So, I’ve known where I’ve been working
and on what these forty-odd years,
although it has often not been easy.
The places are all on the map,
perhaps two dozen of them,
but the what is based on an evolving understanding.
I might say that my where is as follows:

Near the outer rim
of the first concentric circle
of a vast system whose centre point
is the Bab’s holy dust,
Australasia, the south-west corner
of the spiritual axis in Australia,
Western Australia, Belmont
community of metropolitan Perth
on a flat plain beside the Indian Ocean,
about fifteen minutes by car from an escarpment,
from the city-centre and
from two universities.

and my what is:

a Baha’i and member of a Local Spiritual Assembly
serving as chairman, an international pioneer,
travel-teacher, husband, father, step-father,
lecturer at a TAFE college, poet, middle-aged man,
citizen of the world, student, friend, lover, income-earner.

I have described myself in terms of
this new organic form emerging on this planet.
I am partly one of its products;
I am defined by being confined.
This form acts like some ground conductor
of emotion, belief and conviction
that will take me a lifetime to articulate,
apprehend, describe. And even when I do
99.999% of what takes place within this form
will remain outside my oral or archival history.

My home is here within this vast design
which he unfolded and which I carry ‘round
in my head, in my bones, even if they fade
beyond thought into last traces of dust,
remembered by some cold stone
on a sunlit day and star-lit night.
I carry it ‘round in the silence
of the tongues of the departed
buried all ‘round this home whose design
is carried in their heads too: for there is now
only one home, one place, one humanity.

This vast design, my home, is not without
its complacency, smugness, simplicity,
obviousness. I reach out for an exhuberance,
wonder, freshness to recalibrate the familiar.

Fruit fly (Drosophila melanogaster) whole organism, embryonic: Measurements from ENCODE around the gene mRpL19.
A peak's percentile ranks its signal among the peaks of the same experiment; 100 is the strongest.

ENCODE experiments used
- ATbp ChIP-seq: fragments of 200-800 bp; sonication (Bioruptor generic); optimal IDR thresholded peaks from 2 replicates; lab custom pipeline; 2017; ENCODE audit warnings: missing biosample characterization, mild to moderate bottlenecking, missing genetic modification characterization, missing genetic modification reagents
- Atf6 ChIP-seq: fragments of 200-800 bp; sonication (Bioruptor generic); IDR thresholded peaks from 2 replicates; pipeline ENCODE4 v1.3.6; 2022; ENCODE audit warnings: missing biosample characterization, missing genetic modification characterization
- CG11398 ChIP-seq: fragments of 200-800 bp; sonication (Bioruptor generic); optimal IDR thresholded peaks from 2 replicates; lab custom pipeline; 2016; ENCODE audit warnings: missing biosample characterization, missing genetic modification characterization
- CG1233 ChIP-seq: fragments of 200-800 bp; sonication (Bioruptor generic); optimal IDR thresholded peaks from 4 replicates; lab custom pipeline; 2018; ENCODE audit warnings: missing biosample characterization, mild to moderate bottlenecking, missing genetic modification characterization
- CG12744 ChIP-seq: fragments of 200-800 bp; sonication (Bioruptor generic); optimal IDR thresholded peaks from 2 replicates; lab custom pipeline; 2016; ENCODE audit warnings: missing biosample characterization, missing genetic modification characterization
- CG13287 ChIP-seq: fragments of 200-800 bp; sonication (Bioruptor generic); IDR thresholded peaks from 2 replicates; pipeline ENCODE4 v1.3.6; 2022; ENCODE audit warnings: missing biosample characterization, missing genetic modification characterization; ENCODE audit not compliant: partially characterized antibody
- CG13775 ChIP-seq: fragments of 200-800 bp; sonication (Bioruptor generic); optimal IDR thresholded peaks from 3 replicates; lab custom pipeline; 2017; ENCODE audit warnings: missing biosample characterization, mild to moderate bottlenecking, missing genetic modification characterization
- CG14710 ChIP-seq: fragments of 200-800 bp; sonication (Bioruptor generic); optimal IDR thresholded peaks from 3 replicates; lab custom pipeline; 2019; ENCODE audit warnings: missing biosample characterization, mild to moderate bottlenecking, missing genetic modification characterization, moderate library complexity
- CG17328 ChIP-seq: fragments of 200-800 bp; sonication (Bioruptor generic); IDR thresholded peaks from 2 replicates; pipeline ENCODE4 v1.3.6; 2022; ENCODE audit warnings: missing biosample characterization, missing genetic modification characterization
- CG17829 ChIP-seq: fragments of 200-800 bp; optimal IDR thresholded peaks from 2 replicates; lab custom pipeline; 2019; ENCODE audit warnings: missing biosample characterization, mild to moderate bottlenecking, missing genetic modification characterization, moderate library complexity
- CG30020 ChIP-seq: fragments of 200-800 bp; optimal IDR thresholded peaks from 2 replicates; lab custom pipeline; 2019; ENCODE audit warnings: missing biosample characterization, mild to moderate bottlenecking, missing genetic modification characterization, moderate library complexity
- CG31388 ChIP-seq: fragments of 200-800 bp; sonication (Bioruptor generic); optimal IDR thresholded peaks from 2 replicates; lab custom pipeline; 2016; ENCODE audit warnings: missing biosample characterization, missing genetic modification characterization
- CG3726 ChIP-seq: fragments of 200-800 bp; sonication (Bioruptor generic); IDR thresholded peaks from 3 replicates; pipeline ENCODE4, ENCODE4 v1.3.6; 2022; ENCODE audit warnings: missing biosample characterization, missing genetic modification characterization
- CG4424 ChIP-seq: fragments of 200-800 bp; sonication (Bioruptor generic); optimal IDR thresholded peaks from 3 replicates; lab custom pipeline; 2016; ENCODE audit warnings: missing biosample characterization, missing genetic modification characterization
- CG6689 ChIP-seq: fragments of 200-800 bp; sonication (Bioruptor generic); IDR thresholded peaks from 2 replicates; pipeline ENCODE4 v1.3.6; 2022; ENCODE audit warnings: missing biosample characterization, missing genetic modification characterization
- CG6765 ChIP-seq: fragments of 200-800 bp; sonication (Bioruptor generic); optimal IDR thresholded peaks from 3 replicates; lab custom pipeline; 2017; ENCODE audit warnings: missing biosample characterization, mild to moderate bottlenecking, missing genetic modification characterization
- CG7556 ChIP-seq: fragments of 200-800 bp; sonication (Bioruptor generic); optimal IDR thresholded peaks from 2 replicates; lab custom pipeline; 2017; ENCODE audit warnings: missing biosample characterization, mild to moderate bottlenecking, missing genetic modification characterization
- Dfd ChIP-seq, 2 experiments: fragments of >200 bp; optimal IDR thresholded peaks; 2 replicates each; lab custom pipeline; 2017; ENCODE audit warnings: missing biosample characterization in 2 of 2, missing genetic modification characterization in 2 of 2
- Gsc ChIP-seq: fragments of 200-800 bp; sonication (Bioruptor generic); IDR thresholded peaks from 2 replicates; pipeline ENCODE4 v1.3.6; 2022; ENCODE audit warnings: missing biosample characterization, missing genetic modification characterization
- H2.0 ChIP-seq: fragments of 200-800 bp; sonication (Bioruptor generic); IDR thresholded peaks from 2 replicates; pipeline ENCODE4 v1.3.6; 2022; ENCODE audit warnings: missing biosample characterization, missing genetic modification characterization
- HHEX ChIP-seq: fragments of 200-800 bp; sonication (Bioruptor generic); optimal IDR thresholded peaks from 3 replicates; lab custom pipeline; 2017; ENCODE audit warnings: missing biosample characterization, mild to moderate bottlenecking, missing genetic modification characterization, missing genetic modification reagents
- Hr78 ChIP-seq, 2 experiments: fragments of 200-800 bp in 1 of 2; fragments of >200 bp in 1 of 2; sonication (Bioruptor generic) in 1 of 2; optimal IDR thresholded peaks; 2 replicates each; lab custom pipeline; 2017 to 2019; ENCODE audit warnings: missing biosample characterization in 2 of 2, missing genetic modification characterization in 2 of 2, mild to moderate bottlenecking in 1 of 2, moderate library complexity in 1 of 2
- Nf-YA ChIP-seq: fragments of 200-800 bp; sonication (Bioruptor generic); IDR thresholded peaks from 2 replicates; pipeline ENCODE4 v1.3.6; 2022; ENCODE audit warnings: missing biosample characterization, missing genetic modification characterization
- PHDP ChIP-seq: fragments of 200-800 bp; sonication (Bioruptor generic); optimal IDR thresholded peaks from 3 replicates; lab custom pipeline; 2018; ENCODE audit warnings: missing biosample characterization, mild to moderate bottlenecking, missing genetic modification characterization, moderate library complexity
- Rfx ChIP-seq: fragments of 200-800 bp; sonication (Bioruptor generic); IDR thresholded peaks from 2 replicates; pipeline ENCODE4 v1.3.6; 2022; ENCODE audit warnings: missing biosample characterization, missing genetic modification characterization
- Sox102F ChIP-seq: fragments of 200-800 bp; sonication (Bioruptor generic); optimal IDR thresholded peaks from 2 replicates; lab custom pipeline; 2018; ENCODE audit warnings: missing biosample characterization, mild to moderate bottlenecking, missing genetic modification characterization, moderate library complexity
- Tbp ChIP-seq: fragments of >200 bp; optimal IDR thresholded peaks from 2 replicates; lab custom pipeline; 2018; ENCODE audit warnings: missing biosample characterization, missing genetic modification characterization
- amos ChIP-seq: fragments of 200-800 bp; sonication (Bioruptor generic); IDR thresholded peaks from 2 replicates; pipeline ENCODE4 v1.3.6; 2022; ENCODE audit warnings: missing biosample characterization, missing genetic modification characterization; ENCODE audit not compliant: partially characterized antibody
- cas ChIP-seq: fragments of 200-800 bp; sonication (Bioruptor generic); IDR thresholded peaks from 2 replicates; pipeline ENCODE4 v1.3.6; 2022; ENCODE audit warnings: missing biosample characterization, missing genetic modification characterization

to perceptually recreate the universe
in a grain of sand with thoughts too deep for tears.

Ron Price
16 June 1995

1 1962
2 Universal House of Justice, first statement, 30 April 1963.
 
Old 03-15-2013, 09:58 AM   #3
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From: Quilimari,Chile
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The question is not what you look at, but how you look and whether you look. -Henry David Thoreau in`The Environmental Imagination: Thoreau, Nature Writing and the Formation of American Culture, Lawrence Buell, Harvard UP, London, 1995, p.115.:cool

Yes Ron I agree the above is cool.
Always enjoy your writings

Loving regards
 
Old 02-27-2015, 09:45 PM   #4
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Without ministers or priests or a clerical cast, Baha'is meet regularly to vote for their representatives on a local and national level and to consult on issues that concern them.
 
Old 02-27-2015, 10:24 PM   #5
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Quote:
Originally Posted by lucylee378 View Post
Without ministers or priests or a clerical cast, Baha'is meet regularly to vote for their representatives on a local and national level and to consult on issues that concern them.
I see the spam bots are back!!!